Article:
“He Is Here Today”

One Sunday, my four-year-old son, Timmy, invited Bobbie, a little Korean boy, to go to Primary with him. When we stopped by Bobbie’s house to pick him up, I stopped to look into his dark, shining eyes and said, “Well, are you ready to go to church with Timmy?” As if he could hardly contain himself he bubbled over, “Do we get to see God?” The sweet innocence of his question brought a smile. I quickly answered, “Well, no, but his spirit will be there and you will learn lots of special things!”

I repeated Bobbie’s question in my mind on the way to church. “Do we get to see God?” My mind wandered to the mount where Jesus sat and I could almost hear him as he taught, “Blessed are the pure in heart: for they shall see God.” (Matt. 5:8.) I could almost see him as he gathered the little children and loved and blessed them saying, “Suffer the little children to come unto me, and forbid them not: for of such is the kingdom of God.” (Mark 10:14.)

That Sunday as I sat among the Primary children, we sang “This is God’s house and he is here today.” (Sing With Me, A-6.) The words struck me forcibly. I felt I had been taught a valuable lesson. Each week as I enter the chapel doors, I am in his house. May I ever be worthy to “see” him. M. Roxine Summers, Fort Bliss, Texas

[photo] Photography by Michael M. McConkie

Her Quiet Gift

Shortly after I became pregnant with our first child, complications developed. After several days of hemorrhaging, I miscarried. A few days later I lay on my couch, emotionally as well as physically drained, and watched my husband, Ron, leave for a church meeting. When he was gone I looked around the house. From my couch bed I could see the dishes stacked in the sink. A week of neglect had left my furniture coated with dust and the floors in need of vacuuming and sweeping. The cluttered house plunged my spirits even lower.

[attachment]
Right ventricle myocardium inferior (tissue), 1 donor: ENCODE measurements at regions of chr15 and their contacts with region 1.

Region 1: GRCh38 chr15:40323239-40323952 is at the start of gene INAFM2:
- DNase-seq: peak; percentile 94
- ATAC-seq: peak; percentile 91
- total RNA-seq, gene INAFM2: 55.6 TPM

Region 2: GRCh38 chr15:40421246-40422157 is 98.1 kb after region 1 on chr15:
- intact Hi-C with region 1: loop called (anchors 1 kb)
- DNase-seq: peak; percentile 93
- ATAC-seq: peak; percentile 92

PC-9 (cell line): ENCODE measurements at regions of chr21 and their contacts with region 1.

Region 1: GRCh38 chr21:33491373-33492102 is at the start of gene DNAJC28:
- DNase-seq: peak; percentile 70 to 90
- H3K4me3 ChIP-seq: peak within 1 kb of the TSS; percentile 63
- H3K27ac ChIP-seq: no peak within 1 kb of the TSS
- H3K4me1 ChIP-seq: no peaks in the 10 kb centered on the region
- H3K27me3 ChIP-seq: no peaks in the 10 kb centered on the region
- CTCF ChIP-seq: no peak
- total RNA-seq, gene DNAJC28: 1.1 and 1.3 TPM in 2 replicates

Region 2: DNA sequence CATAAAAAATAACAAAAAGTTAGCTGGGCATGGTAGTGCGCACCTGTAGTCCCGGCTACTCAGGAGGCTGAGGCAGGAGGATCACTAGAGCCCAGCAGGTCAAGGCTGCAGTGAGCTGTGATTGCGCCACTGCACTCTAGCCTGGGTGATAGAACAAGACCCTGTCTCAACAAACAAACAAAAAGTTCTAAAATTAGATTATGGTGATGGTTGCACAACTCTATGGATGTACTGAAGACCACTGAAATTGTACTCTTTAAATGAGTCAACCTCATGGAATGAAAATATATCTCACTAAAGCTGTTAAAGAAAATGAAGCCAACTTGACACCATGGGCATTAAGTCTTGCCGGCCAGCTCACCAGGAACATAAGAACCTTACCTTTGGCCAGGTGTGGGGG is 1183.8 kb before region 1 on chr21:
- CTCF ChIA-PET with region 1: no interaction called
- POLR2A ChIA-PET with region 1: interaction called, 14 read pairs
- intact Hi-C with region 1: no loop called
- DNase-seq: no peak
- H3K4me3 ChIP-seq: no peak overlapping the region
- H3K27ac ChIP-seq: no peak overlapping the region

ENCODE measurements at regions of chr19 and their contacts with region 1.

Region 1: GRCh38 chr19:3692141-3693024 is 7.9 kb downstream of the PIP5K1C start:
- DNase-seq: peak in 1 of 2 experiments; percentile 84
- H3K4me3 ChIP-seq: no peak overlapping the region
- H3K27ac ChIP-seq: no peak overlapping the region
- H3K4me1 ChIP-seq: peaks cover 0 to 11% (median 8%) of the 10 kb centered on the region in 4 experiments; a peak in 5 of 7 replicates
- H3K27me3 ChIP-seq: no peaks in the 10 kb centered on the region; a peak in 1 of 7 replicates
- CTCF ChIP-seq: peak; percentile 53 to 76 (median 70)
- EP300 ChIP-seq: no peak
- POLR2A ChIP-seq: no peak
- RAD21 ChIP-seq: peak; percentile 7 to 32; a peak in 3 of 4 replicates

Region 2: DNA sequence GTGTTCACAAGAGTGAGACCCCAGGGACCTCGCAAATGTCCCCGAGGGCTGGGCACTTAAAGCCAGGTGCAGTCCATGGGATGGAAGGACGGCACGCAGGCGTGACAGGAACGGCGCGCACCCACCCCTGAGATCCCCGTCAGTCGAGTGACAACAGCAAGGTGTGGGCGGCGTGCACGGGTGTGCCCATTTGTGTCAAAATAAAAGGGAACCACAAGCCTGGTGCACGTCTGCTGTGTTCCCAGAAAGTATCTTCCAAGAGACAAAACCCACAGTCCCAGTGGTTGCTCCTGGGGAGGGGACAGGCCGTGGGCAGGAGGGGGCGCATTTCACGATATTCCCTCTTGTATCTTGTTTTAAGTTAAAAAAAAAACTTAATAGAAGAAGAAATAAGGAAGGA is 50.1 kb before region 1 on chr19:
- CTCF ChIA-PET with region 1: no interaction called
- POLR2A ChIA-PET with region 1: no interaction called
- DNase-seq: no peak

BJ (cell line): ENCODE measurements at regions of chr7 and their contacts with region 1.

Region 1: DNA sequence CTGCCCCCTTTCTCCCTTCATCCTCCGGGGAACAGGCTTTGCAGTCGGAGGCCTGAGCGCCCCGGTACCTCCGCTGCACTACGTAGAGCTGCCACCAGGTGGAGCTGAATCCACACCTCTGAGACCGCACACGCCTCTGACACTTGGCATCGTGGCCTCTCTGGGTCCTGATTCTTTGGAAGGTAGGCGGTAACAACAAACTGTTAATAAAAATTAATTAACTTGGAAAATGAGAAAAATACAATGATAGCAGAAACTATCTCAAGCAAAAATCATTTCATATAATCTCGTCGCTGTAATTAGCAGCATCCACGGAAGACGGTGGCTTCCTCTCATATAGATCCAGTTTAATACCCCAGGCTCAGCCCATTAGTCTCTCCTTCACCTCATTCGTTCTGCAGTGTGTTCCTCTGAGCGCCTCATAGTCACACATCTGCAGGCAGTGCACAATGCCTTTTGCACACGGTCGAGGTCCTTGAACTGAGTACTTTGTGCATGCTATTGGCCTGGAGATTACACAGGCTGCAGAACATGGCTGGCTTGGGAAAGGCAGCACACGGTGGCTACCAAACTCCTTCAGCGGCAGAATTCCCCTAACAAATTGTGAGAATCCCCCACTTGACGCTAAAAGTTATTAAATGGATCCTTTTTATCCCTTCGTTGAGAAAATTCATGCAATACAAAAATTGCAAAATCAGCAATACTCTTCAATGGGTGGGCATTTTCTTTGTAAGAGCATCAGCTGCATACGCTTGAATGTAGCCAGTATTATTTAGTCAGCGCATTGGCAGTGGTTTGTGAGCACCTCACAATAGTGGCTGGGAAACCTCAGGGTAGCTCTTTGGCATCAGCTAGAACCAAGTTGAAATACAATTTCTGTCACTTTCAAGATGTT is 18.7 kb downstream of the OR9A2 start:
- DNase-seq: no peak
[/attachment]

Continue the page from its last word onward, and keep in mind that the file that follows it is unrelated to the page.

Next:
Ron had not been gone long when I heard a car pull into the driveway. We had lived in the Bannock Creek ward for about five months, and I knew Mary Harris only well enough to shake her hand and exchange greetings with her each Sunday.

Seeing me on the couch, she came over and put her arms around me. Then she told me how sorry she was. “I would have come sooner,” she said, “but I just found out what happened this morning.” She hugged me again and then sat up and said, “I want to visit with you, but I’d like to do something while I visit.” She looked around the room. “How about if I wash those dishes?” Without waiting for a reply, she went to the sink, pushed up the sleeves of her dress, and plunged in. Not only did she wash the dishes, but she wiped the counters and table and swept the floor.

Normally having someone else do my housework makes me feel a bit ill-at-ease, but Mary’s attitude and amiable chatting put me completely at ease. She made me feel as though I was doing her the favor. By the time Ron returned, she had finished in the kitchen and had also dusted and vacuumed the living room. When she left, I found that my dark mood had lifted and gone with her, and I was grateful for a sister who could so willingly and ably serve one of the least of these. Dayle King Searle, Pocatello, Idaho